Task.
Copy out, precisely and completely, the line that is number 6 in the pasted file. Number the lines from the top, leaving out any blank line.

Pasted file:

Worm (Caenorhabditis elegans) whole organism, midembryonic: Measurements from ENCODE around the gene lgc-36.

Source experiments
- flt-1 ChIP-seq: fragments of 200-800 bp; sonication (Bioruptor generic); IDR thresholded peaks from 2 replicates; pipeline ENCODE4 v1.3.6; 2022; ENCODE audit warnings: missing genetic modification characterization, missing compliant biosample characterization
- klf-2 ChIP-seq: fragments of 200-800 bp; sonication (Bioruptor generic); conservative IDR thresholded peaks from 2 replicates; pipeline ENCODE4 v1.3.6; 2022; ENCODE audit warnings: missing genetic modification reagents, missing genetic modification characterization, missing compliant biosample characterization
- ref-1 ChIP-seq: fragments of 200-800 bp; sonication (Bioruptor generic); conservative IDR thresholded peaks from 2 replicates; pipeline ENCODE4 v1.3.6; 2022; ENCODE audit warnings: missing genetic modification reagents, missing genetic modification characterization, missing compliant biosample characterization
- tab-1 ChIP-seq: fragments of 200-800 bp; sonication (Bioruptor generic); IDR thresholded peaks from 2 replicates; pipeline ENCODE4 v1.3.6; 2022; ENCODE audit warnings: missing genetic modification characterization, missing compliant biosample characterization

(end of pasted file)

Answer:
- tab-1 ChIP-seq: fragments of 200-800 bp; sonication (Bioruptor generic); IDR thresholded peaks from 2 replicates; pipeline ENCODE4 v1.3.6; 2022; ENCODE audit warnings: missing genetic modification characterization, missing compliant biosample characterization